Up until a fateful day in 1979, Botswana didn’t have a regular and structured Sunday jazz experience. Seven years earlier, diamond mining had started in Orapa and among the first crop of employees were five young men (Soares Katumbela, Ephraim Mothapo, Boiki Sebubi, Tebogo Makgale and Lukie Sesinyi) who were crazy about jazz. They formed what may well have been Botswana’s first jazz club, the Orapa Jazz Club, and would meet every Saturday to sample jazz tunes.
The name that stands out on that list is the first. The first name is Portuguese and is pronounced something like “So-a-res.” However, in an English-speaking country, it became “Source” and tiring of correcting the mispronunciation, Katumbela gave up. At this time that the Orapa club was formed, he worked for Debswana Diamond Company as an auto-mechanist.
Three years later, Katumbela resurfaced in Francistown and repeated his Orapa feat by co-founding the Francistown Jazz Club and becoming secretary of its first committee. It was at this point that the earliest manifestation of present-day Sunday jazz came into being. Both members and paying non-members met at the now defunct New Yorker Nightclub on Sundays. Around this time, South Africa was under the yoke of apartheid and Francistown had a sizeable jazz-loving refugee population who were members of this club.
“These were the only jazz sessions in Botswana. Some of the people visiting Francistown from Gaborone would stay up late at these sessions and return on Monday morning. Occasionally, we would also host a jazz band from Bulawayo,” Katumbela told Sunday Standard in a 2013 interview, mentioning Paul Lunga, Jazz Merchants, Jazz Impacto and Akwaba among Zimbabwean acts that would visit.
Hugh Masekela, Jonas Gwangwa and Afro Sunshine would also drop by to play gigs. For new acts like Makgadikgadi (made up of Kenny Ndaba and Cynthia Gaetsewe), the New Yorker jazz shows provided an opportunity to bloom as artists. Still maintaining links with Orapa, Katumbela would take some of these bands there. It so happened that the owner of New Yorker also owned another nightclub in Selebi Phikwe called “Talk of the Town.” Through this connection, the Francistown Jazz Club took its sounds beyond Ghetto to the copper mining town.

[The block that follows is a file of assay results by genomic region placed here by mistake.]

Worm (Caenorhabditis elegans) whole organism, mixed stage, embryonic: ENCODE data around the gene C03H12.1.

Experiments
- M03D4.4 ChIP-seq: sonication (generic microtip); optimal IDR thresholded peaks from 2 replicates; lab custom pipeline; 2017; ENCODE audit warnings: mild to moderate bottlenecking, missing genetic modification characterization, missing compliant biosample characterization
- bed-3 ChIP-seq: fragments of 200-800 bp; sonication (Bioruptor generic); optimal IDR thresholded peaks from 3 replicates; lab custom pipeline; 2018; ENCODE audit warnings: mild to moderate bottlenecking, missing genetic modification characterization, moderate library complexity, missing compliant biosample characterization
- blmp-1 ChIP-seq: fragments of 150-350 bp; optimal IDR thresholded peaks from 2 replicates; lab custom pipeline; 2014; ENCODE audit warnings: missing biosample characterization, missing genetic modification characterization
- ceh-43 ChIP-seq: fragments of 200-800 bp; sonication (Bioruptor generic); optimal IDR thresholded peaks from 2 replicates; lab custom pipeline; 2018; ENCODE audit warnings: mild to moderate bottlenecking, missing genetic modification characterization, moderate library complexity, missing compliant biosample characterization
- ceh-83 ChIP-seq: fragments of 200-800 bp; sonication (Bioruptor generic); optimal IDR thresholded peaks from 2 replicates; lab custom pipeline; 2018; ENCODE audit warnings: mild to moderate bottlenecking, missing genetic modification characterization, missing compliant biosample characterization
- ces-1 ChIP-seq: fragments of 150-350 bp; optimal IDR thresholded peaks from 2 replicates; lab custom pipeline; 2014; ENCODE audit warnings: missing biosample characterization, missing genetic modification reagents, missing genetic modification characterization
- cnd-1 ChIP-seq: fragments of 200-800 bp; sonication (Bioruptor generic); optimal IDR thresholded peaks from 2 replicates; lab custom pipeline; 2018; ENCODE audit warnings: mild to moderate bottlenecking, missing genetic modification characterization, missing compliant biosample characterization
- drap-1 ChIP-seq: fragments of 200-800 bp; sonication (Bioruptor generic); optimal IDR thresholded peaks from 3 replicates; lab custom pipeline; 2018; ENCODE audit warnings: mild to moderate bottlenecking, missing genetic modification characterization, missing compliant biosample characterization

However, New Yorker would close down in 1989 and three years later, Katumbela opened Ritzma Sounds Beer Garden in a Francistown area called Kgaphamadi. In 1996, he relocated down south and through Buddies, introduced Gaborone to Sunday jazz. This is when the Sunday jazz craze really caught on and two years later, Katumbela opened Take 5 Nightclub, Botswana’s first – and to date, only nightclub that strictly played jazz every night.
“The club got very busy the second week of its opening,” he recalled.
However, three months later, the landlord and the tenant parted ways due to irreconcilable differences.
At the time of the interview, Katumbela had formed the opinion that “Sunday jazz has sort of died.” Exhibit 1: a majority of its patrons didn’t really appreciate the genre but were just pining for the putative status associated with its followers. Exhibit 2: the early Sunday jazz fans – the ones that truly love the music – no longer go out because of familial and professional commitments. “Some of them are now CEOs and managers,” Katumbela said. Exhibit 3: the deejays play the same music over and over again, week in, week out, and some of that music is not even jazz.
That notwithstanding, Katumbela expressed some satisfaction that real Sunday jazz helped launch the careers of jazz musicians and deejays and also helped re-popularise live bands.
Tragically, the man who gave Botswana a leisure activity that is now enjoyed from Ramokgwebana to Ramatlabama is no more. He was found dead in Tlokweng last Thursday in apparent suicide. A music promoter at the time of his death, Katumbela was one-third of a local collaboration that brought United States jazz maestros David Sanborn and Joe Sample to Botswana in 2012. He also managed local jazz musicians, Shanti Lo and Nnunu Ramogotsi and operated a music shop at Molapo Crossing shopping mall in Gaborone.